If you are looking for a book that is about mysterious diagnoses, be aware, there are only a few examples in this book. The book is about the various methods doctors employ to diagnose. It's really written for doctors, but the author uses lay language, as if the lay person could take the information and somehow apply it to their lives. I found it interesting, but not valuable. The author should have allowed someone else to orate her book. Her raspy voice is hard to listen to some times.
This might be a good book if half of it wasn't based on evolutionary imagination. I want science, what is, not speculation according to what evolutionary theory assumes. No one will ever convince me science can determine what the brain was like or how it developed millions of years ago. That's speculation, imagination, assumptions, and mythology. When I read a book about what science has discovered, I want to know just that, the facts, not a pile of unscientific, unproven ideas. Unfortunately, this author has taken the unscientific subject of evolution and threw in a smattering of true scientific discovery and lost all credibility in my mind, and my interest. I made it through the first 5 chapters and it never got any better.
This book has a very engaging style which alternates between stories and scientific information. The scientific information is relevant and understandable and very interesting for anyone who is interested in how the brain development effects the way a person thinks and responds to the world around him. The stories are riveting and even made me cry a couple times. I highly recommend this book for social workers, CPS workers, parole officers, those in the medical field, teachers, daycare workers, and anyone who works with children. It should be a must read for child development classes.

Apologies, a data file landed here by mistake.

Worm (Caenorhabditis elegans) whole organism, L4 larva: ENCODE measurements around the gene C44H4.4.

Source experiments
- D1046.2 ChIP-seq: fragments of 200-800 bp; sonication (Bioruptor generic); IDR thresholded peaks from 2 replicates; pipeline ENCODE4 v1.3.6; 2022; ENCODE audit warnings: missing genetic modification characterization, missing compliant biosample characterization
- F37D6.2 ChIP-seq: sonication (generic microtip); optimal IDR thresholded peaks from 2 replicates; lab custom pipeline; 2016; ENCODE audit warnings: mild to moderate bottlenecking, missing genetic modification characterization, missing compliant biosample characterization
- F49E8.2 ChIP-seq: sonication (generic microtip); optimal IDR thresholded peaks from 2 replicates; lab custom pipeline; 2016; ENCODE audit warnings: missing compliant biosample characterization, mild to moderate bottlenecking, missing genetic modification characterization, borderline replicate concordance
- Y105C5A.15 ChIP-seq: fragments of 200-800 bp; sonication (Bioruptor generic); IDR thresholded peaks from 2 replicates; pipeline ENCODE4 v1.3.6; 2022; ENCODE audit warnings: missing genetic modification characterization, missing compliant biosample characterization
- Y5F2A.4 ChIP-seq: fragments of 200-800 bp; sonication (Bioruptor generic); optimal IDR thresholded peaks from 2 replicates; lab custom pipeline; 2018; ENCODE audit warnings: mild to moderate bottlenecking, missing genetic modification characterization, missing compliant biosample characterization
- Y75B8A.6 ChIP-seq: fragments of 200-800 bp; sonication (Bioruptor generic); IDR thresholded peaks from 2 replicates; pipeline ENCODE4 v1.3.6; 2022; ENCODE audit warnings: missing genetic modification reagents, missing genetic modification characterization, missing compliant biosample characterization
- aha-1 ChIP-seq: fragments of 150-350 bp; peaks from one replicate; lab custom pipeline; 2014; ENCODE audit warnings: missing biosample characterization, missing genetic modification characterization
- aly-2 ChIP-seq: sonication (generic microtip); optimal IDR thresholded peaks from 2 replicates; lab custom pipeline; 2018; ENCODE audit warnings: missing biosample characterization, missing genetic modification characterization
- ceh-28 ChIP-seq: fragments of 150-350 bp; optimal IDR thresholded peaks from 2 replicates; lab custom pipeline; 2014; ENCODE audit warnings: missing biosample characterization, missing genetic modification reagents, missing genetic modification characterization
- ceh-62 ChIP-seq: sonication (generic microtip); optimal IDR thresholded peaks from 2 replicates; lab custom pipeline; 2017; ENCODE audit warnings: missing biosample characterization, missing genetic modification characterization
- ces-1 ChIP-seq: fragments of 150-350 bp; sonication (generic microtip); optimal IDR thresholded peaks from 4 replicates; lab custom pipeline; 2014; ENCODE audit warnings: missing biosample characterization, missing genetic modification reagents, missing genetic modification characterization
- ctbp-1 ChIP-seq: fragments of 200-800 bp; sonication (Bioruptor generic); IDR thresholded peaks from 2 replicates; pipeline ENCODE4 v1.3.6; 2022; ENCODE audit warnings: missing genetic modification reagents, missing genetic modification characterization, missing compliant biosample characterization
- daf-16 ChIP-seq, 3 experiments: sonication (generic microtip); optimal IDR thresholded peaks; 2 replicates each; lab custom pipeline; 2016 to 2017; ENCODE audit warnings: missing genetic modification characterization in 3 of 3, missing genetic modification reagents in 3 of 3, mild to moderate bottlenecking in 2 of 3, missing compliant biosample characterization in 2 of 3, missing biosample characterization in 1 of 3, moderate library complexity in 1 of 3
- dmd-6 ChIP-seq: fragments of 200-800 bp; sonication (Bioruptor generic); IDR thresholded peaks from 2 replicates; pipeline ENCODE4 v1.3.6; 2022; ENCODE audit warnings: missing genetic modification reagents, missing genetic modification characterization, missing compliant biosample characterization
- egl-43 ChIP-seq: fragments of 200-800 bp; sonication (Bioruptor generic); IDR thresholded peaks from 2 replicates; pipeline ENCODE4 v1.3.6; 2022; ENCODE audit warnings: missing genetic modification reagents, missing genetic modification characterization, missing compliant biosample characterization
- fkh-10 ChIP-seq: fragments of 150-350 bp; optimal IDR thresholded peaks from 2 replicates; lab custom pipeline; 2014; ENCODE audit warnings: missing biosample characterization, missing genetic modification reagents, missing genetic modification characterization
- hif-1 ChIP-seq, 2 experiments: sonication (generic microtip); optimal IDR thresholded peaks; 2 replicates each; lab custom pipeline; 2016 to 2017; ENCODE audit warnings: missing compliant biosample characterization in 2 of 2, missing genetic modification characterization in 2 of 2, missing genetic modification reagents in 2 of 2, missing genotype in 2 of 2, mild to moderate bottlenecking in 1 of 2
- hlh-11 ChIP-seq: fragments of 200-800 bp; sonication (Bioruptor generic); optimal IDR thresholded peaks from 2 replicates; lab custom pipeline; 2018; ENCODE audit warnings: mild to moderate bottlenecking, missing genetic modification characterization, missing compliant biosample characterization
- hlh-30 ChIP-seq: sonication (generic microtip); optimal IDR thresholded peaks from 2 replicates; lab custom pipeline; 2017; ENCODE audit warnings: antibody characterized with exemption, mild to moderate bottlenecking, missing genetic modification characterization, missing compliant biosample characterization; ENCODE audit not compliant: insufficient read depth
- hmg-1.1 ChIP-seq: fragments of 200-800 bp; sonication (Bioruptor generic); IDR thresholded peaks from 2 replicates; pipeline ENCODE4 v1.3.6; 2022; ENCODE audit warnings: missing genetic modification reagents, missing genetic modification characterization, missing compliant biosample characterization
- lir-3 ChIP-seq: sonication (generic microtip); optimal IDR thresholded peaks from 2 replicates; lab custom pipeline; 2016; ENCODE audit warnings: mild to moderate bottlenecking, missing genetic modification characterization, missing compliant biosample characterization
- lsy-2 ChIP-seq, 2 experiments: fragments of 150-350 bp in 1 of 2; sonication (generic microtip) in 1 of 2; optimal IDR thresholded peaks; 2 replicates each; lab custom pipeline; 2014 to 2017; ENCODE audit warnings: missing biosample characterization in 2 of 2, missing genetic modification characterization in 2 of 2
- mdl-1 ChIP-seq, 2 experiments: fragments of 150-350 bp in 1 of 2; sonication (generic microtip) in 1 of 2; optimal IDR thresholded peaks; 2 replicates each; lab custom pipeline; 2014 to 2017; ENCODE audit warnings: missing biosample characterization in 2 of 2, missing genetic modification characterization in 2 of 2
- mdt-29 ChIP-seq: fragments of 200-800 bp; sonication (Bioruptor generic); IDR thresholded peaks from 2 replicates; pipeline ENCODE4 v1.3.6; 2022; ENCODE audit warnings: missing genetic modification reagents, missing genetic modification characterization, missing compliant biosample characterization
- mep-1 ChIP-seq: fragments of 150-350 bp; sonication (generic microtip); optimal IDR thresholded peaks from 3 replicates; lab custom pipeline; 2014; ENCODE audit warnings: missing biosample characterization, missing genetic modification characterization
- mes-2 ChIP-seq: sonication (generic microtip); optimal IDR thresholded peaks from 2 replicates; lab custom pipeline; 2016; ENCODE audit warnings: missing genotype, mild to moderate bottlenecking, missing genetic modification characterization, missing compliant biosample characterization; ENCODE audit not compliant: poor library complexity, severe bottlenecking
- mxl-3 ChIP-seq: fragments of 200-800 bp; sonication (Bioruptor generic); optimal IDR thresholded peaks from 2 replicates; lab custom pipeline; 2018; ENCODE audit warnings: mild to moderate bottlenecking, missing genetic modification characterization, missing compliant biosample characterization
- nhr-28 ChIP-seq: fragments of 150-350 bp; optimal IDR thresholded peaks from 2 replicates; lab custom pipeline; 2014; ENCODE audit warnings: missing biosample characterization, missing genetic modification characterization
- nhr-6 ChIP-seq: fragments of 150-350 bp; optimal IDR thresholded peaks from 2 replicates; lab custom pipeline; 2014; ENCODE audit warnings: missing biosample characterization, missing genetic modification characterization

Adrian Raine is a leading researcher in how the brain's development effects the way people think, respond to life's stressors, and process information. Research shows that people's ability to make good and right choices is not merely genetic, not is it all moral choice, but there are many factors that effect the development of a child's brain. Thought the narrator is not my favorite, the book is very well written and very engaging. I recommend this book for anyone in the fields of criminology, childhood development, medicine, and social welfare.
The author does an amazingly thorough research on the history of mercury use from ancient days to modern times, as well as the description and research of autism and other diseases. At times he goes into way more detail than I was interested in hearing. It is fascinating and heartbreaking to learn of the blunders of the medical field and the total lack of environmental concern that our government has for the safety of it's citizens. Worse, is the way science is politicized and controlled by the highest bidder. It is so important for people to make informed choices. Knowledge is power to enable one to make good health choices.
The author presents health choices based on proven research. She debunks both common myths and modern medicine's lack of understanding of the effects of good nutrition and appropriate supplement choices. The presentation style is very natural, easy to understand, not monotonous. However, she speaks very slowly so I had to increase the speed to 1.25 and 1.5 times. Otherwise it was excellent.